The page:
Friday, April 17, 2009


I'd like to forget April ever existed. My first television news operation, and my first commercial radio station went belly up in the same month.

A few additional words on WYOU are on the way, but let's start with WARM, the once "Mighty 590."

Apparently, the transmitter is shot and the company that owns the station doesn't want to spend the money to fix it. There is a strong possibility WARM is gone forever. How do you neglect your transmitter? Without a transmitter, there is no radio station. It's like neglecting the engine in your car.

I worked there from 1981 to 1991, and I'm not going to get all weepy over this. Due to years of management bungling, going back to my era, the place where I worked no longer exists. The WARM we grew up with died a long time ago. No one is losing their jobs. The 2009 WARM is a computer in a closet that gets a satellite delivered oldies format on the air. Nothing live. Nothing local. All tragic.

By the time I came on the scene, WARM had lost some of its luster, but it was still better than every other radio station out there. We had seven full time news people, and that's unheard of in a town this size. For much of my employment, I had the greatest job in broadcasting. I took home a company car and a tape recorder. My job was to chase every court case, fire, crash, arrest and big storm in the area. It kept me moving, and I loved it. During a nasty round of flooding in the mid 80's, I just drove around, reporting what I saw. A television news crew later told me they knew where the problems were by listening to me. I had a chance to attend the first ever Red Barons game (in Rochester), Governor Casey's first inauguration, and a long list of other big events. I might not have been the greatest talent out there, but I was certainly the luckiest.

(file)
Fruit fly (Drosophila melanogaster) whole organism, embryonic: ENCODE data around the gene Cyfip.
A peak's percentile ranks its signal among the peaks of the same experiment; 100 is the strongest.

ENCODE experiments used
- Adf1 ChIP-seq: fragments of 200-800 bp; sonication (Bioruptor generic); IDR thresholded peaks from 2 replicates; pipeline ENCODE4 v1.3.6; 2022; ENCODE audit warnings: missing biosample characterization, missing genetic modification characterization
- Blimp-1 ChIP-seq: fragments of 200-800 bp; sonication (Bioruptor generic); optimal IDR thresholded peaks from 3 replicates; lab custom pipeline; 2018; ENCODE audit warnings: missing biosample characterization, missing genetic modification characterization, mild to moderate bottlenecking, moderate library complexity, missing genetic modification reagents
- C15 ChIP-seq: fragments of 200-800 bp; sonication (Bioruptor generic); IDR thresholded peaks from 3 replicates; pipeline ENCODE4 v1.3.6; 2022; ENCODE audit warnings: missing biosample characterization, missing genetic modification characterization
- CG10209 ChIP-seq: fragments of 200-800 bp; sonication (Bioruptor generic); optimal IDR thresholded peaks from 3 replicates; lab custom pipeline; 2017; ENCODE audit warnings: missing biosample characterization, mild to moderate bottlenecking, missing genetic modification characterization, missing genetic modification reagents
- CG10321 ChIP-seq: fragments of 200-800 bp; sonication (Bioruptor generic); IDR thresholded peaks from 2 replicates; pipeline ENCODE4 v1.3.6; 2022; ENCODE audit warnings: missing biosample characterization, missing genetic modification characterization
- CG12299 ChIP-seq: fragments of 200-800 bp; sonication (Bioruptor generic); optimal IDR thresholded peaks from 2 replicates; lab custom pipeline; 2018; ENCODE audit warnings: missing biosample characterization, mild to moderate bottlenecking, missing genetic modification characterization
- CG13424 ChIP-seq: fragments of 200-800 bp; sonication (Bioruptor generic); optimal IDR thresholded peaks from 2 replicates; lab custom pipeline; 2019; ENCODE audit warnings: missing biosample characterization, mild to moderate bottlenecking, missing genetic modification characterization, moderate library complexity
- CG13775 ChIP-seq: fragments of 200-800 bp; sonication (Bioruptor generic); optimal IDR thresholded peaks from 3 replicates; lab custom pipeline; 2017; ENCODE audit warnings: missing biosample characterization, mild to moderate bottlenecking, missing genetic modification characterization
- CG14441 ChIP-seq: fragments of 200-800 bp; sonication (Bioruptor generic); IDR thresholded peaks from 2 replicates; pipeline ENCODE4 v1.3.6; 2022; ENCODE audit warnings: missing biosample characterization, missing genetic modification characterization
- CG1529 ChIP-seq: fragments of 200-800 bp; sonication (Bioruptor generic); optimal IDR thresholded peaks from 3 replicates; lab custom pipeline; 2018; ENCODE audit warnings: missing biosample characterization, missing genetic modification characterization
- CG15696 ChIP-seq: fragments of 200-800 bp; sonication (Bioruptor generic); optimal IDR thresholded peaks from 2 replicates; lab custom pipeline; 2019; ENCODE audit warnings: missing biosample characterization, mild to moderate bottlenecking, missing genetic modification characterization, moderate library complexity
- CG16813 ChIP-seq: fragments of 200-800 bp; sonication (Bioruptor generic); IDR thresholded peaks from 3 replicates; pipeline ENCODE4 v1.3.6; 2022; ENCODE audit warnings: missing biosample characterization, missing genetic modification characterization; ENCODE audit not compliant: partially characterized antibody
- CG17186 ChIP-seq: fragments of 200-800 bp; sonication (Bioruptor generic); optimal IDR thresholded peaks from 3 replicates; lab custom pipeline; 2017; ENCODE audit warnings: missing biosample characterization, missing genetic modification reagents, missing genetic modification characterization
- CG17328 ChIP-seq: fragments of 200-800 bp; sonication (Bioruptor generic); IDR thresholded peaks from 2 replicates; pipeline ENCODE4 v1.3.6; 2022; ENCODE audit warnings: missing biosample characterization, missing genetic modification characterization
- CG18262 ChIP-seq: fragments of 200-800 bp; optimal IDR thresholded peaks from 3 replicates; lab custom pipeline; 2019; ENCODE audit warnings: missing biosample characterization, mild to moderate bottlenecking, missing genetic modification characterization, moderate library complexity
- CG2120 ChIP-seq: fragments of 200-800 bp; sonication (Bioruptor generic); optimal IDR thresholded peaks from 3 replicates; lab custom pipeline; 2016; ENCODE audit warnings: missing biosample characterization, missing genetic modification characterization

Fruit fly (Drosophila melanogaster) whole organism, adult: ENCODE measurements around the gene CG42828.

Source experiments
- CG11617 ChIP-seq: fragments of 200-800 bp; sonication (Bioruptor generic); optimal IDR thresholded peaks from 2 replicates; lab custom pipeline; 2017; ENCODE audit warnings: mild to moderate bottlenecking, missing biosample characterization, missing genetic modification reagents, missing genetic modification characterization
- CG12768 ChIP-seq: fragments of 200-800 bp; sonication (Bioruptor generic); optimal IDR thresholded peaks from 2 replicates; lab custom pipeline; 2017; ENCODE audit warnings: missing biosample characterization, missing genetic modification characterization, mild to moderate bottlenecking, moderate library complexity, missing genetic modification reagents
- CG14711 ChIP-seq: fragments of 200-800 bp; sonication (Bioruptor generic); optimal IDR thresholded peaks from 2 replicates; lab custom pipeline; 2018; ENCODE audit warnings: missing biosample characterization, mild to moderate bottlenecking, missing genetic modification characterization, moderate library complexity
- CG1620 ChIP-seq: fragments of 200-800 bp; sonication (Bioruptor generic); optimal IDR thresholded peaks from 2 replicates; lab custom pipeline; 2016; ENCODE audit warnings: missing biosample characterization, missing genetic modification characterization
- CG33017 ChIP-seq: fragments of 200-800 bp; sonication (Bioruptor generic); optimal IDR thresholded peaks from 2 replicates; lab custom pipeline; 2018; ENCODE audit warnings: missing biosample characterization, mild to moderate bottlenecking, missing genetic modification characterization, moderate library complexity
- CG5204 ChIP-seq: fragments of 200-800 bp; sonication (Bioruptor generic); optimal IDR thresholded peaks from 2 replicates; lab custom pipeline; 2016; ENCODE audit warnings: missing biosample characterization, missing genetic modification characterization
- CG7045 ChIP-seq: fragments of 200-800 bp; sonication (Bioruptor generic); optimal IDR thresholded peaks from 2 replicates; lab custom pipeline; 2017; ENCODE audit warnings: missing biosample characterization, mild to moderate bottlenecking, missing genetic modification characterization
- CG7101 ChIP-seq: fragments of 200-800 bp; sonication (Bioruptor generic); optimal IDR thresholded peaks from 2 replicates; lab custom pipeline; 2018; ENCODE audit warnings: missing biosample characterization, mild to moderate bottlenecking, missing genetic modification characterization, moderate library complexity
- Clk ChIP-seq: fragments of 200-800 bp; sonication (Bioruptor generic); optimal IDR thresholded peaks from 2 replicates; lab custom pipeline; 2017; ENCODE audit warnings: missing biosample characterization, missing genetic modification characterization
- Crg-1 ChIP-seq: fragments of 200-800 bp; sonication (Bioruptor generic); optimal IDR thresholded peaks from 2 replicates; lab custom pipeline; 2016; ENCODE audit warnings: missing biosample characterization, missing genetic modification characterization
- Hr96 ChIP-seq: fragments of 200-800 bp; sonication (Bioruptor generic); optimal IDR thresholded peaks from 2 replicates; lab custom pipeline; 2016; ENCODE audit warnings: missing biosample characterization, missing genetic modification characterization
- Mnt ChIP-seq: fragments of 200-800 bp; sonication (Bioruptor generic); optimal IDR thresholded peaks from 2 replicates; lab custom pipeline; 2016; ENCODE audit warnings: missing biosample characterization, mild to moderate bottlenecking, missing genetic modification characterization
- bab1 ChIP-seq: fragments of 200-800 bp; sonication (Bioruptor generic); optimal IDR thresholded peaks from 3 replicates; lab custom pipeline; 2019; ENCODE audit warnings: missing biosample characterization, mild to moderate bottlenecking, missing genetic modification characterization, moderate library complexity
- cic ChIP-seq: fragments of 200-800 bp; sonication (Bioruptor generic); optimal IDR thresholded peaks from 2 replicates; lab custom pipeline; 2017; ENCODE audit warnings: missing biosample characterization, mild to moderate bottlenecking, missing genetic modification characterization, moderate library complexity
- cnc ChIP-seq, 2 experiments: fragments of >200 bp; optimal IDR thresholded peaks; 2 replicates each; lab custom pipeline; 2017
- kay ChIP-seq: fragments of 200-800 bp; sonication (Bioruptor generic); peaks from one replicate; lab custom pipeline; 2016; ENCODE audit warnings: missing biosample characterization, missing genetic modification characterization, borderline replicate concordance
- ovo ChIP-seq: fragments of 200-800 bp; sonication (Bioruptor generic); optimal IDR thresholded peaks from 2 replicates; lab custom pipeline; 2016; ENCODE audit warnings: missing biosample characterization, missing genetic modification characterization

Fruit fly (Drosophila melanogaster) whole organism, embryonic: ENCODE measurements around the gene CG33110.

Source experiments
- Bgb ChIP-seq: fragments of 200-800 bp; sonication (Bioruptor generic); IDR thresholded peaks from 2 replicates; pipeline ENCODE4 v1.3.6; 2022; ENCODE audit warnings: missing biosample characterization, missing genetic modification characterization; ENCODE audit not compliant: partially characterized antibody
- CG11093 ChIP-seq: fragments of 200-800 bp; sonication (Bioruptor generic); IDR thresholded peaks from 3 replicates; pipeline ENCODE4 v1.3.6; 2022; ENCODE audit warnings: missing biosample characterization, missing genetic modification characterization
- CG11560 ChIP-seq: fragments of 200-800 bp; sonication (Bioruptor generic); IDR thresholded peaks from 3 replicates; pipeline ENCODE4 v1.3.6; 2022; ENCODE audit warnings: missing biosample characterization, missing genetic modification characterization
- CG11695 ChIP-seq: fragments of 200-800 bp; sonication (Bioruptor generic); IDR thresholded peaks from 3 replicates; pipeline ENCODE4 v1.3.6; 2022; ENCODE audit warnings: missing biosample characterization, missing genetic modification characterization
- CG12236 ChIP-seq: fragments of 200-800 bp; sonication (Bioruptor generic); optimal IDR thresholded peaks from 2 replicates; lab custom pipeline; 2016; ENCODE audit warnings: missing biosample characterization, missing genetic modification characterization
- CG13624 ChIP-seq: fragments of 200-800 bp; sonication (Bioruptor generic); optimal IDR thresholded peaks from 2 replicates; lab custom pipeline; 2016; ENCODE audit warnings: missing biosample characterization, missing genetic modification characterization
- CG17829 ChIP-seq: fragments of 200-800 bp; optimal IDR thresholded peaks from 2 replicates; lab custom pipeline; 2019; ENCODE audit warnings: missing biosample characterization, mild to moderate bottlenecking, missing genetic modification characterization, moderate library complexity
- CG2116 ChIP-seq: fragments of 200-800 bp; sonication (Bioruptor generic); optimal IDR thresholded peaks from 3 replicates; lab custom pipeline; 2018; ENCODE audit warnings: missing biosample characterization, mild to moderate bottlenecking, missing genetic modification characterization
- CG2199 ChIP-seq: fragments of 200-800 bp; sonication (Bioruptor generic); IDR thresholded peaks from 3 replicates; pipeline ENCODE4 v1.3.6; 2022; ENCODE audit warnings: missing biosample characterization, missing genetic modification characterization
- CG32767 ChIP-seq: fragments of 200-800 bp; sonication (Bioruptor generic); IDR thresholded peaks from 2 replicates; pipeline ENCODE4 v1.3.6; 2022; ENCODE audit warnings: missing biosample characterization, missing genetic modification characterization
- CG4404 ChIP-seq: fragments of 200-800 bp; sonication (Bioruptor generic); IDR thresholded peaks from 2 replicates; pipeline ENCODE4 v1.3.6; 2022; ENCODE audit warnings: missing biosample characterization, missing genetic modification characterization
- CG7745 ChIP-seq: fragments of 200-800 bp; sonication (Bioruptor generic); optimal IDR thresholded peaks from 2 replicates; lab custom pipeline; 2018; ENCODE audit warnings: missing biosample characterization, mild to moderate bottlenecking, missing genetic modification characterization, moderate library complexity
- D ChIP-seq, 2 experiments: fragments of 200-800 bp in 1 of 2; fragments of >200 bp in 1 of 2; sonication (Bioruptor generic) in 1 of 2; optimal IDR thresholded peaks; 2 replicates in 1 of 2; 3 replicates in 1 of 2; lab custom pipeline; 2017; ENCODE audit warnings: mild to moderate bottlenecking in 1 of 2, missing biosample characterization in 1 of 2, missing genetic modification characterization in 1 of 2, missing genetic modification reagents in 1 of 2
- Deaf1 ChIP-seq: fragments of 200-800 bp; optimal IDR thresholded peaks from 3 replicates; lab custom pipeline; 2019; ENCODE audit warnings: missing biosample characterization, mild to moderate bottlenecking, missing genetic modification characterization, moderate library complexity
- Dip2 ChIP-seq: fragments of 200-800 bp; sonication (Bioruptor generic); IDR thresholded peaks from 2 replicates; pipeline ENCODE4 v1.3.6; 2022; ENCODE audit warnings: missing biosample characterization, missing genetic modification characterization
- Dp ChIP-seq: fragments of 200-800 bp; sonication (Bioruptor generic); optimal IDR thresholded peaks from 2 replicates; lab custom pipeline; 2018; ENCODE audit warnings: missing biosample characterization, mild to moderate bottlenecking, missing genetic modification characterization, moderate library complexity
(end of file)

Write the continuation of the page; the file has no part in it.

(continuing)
I left because I smelled trouble ahead, and I thought I had gone as far as I could go.

There's a blurb on the back jacket of Bob Barker's book. New "The Price is Right" host Drew Carey says "I'll try not to wreck the car." Lyndon Johnson kept escalating the war in southeast Asia because he didn't want to be known as the first American president to lose a war.

I thought pride and history would be enough to keep WYOU and WARM afloat. I didn't think any broadcast executive or company would want to be remembered as the one who killed a relatively solid news department, or the one who allowed a legendary radio station to die. One suit called the demise of WYOU News a "win-win situation." Tell that to the newly unemployed guy who has to pay his mortgage this month, and who has to feed his kids.

They wrecked the car and lost the war.

Even though it was an occasionally rocky road, I wouldn't trade my WYOU and WARM years for anything.

There's a chance someone will buy WARM and get it up and running again. Unfortunately, AM radio stations with crippled transmission facilities are not a good investment.

It was fun while it lasted.

Happier times... the below photo is Paul Ciliberto and I in the WARM Avoca studio around New Year's Eve, 1989. Notice the sign on the wall over Paul's shoulder. It says "The only difference between this place and the Titanic is the Titanic had a band."
Below is the mid 80's afternoon news team. Guy Randall is on the left. The legendary Terry McNulty is on the right. I'm in the middle. Both Guy and Terry have passed on.

And this is me on the night of April 26, 1989-- almost 20 years ago. It was taken in the broadcast booth of Lackawanna County Stadium-- opening night. We kicked butt that night, leaving the other alleged news station in town, and the station with the Red Barons' broadcast rights, both in the dust.